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Eider Stellaire - Eider Stellaire I CD (album) cover


Eider Stellaire



4.00 | 101 ratings

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4 stars Zeuhl is often perceived as a genre closely aligned with rock in opposition, and the avant-garde scene in general. True enough, a hefty portion of Magma's catalog is very inaccessible and bizarre, and most Japanese zeuhl groups are noisy and outwardly flamboyant. However, there were a number of bands in the Zeuhl genre to weave symphonic, jazzy, melodic, and, simply: more accessible elements into this style. Univeria Zekt was the first attempt to draw more listeners to Zeuhl, which was indeed merely an alternate version of an early Magma, with more a straight-forward rock and pop sound combined with upbeat jazz. Zao were the first band, besides Univeria Zekt, to also make this brand of catchy-zeuhl, adopting a very heavy dose of jazz, comparable even to later Maneige. Then came Eskaton in 1979, with their stellar debut, 4 Visions. Now, in 1980, after Magma had already passed through their prime, Vander had turned his focus to his other project: Offering.

Offering is essentially Vander's expressing of jazz, as well as his environment to be a full-time front-man. Since he didn't often drum in Offering, but rather sang, drummer Michel LeBards was employed to take his place at the throne. Michel also wanted to compose music, and have his own group, and thus formed Eider Stellaire. It follows the melodic and symphonic Zeuhl direction of Eskaton, with vocal work similar to Weidorje's: wordless and non-prominent. It is still with its anchor in the fierce rhythm section, which is imperative to all Zeuhl, and comes with a liberal serving of jazz. Despite being more accessible than Magma and the Japa-Zeuhl, they're arguably no less complex, and certainly just as intense. The most exciting thing about Eider's debut album, I find, is not the mind blowing musicianship, nor the classy compositions, but rather the undying atmosphere spread evenly across this mere 35 minute masterpiece. Every listen, I am so entirely captivated, and feel distant from earth.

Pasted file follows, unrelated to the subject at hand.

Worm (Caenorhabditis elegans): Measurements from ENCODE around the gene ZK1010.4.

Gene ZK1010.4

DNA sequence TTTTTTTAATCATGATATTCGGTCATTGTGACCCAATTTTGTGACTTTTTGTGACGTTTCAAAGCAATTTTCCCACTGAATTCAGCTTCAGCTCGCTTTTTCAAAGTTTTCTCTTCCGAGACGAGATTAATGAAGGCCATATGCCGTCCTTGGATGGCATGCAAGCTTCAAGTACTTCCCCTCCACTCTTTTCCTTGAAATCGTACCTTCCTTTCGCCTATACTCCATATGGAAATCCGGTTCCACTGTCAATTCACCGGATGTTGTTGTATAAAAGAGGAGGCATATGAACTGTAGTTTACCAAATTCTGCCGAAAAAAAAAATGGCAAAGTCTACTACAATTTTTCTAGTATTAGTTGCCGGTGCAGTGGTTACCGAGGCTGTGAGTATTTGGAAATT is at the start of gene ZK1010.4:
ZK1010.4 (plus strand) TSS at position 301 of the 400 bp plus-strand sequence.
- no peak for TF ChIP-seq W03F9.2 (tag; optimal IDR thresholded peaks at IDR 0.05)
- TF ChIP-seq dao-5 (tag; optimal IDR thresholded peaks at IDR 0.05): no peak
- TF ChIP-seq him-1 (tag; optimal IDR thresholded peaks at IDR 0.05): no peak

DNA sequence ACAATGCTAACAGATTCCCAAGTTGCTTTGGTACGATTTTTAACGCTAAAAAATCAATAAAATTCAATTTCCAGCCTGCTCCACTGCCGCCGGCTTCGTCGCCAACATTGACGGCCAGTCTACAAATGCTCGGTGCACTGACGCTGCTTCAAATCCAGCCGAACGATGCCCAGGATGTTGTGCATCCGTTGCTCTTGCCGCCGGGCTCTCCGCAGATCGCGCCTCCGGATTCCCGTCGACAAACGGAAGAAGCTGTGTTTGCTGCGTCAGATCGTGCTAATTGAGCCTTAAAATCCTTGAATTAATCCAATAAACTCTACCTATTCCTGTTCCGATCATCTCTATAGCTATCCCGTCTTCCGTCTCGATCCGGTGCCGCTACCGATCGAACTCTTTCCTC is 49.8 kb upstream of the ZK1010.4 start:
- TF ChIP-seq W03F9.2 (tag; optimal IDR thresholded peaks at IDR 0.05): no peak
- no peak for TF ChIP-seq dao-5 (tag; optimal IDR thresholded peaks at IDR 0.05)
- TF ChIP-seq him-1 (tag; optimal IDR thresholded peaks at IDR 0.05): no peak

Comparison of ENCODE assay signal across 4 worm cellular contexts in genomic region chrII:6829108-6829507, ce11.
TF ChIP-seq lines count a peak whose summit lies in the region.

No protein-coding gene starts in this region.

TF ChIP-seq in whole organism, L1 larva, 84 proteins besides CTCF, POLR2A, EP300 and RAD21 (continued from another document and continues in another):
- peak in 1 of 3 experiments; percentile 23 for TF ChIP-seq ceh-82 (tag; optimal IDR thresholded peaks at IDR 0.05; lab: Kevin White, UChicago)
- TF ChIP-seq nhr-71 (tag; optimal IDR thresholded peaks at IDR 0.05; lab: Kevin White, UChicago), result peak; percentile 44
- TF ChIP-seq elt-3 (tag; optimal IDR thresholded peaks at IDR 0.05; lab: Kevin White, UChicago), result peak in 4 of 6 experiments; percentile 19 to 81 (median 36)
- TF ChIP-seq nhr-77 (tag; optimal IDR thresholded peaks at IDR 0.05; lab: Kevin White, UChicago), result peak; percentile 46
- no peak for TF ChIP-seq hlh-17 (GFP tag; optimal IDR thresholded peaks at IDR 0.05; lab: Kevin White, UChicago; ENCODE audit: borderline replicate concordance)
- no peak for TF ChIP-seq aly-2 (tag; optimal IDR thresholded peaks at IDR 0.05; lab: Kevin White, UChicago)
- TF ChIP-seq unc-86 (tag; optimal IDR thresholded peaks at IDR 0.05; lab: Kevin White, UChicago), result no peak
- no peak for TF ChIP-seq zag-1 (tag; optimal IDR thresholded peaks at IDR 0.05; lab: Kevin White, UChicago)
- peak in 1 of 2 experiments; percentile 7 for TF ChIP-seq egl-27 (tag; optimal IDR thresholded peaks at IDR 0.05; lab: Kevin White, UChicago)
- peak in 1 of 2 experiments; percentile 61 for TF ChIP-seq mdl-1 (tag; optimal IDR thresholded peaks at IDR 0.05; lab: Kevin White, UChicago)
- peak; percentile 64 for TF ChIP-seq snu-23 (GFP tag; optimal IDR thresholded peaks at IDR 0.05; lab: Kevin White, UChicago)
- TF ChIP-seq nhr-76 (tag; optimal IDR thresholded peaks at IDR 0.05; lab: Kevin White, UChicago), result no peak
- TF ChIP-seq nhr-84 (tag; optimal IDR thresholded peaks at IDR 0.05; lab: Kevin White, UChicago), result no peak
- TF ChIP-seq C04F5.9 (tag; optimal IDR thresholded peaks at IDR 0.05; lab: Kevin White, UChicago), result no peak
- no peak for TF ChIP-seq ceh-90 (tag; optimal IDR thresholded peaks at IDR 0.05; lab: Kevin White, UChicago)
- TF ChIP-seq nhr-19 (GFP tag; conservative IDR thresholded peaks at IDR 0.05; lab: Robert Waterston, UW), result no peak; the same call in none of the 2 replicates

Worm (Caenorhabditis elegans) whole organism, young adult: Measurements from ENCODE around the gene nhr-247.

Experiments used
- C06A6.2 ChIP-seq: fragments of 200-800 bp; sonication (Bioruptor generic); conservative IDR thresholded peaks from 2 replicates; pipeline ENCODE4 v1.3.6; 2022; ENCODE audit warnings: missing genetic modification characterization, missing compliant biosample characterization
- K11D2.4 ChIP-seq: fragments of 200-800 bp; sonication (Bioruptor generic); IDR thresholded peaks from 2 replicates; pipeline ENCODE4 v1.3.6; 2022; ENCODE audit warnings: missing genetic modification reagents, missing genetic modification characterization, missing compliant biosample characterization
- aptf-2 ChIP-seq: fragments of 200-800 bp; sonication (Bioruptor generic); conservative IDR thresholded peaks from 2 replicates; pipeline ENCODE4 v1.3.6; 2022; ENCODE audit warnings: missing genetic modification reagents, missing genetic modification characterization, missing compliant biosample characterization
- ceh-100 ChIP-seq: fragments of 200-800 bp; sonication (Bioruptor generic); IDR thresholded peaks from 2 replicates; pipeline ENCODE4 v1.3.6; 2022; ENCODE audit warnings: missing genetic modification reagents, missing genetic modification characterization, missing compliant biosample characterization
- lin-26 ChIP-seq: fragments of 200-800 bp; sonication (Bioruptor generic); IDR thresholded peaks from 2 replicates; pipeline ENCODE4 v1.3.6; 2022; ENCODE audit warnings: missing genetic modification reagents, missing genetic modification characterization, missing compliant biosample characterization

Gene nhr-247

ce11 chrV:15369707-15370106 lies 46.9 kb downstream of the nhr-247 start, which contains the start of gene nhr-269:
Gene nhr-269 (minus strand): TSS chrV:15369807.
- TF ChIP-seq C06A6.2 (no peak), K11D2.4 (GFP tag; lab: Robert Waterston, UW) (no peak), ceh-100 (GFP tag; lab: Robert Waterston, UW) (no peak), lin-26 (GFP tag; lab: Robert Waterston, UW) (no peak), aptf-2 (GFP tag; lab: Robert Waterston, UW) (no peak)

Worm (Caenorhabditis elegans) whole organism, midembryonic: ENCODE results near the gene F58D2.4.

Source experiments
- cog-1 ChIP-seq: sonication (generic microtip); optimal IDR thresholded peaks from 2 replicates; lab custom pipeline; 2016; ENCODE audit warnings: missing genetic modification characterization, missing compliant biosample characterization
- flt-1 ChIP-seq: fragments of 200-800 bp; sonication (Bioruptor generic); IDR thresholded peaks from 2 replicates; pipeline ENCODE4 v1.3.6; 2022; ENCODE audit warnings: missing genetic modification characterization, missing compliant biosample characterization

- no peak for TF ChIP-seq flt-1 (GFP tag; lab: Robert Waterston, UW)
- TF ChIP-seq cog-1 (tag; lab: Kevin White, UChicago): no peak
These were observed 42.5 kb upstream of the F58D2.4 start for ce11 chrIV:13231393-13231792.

The bass is a real highlight on this album for me. It moves with a destructive power, and a texture as though something extremely heavy is being dragged. It feels and sounds like snow when crushed under boots. In fact, I find this album bestows frequently imagery. Sandy dunes and polar scenes alike. It smoothly and fluently evolves from dark choruses to jovial themes. At some moments, even, melancholic piano announces a beautiful melody. Other times, guitar and a beautiful female voice together chant a haunting string of notes. Even a few dispersed sax and flute solos appear. But throughout the album, these moments are kept scarce. The majority of the album is comprised of intense rhythms supporting a powerful and destructive guitar line, as spacey keyboards tie it all together. The songs are all somewhat similar, but not to the point the album is redundant. It rather makes the album coherent and gives it its distinct flow.

I can't stress enough how really fantastic this experience is. The singing is just impeccable, and the melodies are haunting and very pronounced. The only flaw hindering this absolute masterpiece is the sub-par sound quality. The cause of this problem is obvious. The only digital copies of this album were ripped straight off the vinyl, non-professionally (that means, somebody feeling generous performed the rip in their basement). You may think this immoral, or even illegal, but it isn't. The album is by now long out of print, and Eider wouldn't profit from your purchase of any copy you stumble across, anyway. It was never remastered, and there was never even a CD version officially released. Many requested have been made of Michel and producers to remaster and reissue Eider's small catalog, but Michel didn't agree to oversee a remaster. Regardless, the original tapes are rumoured to be lost or damaged, so there is no hope of there ever being a remaster anyway.

This all goes to feed the obscurity of this band. Now with the vast majority of vinyl era bands remastering and reissuing their albums, it is assumed any band who doesn't do so will be forever condemned to the oblivion of obscurity. I prithee go in search of a vinyl copy, or a digital copy, and reverse this process. It's a sad shame it's so unpopular on Prog Archives, let alone the rest of the musical world. Please don't let this masterpiece decay in memory.

Shakespeare | 4/5 |


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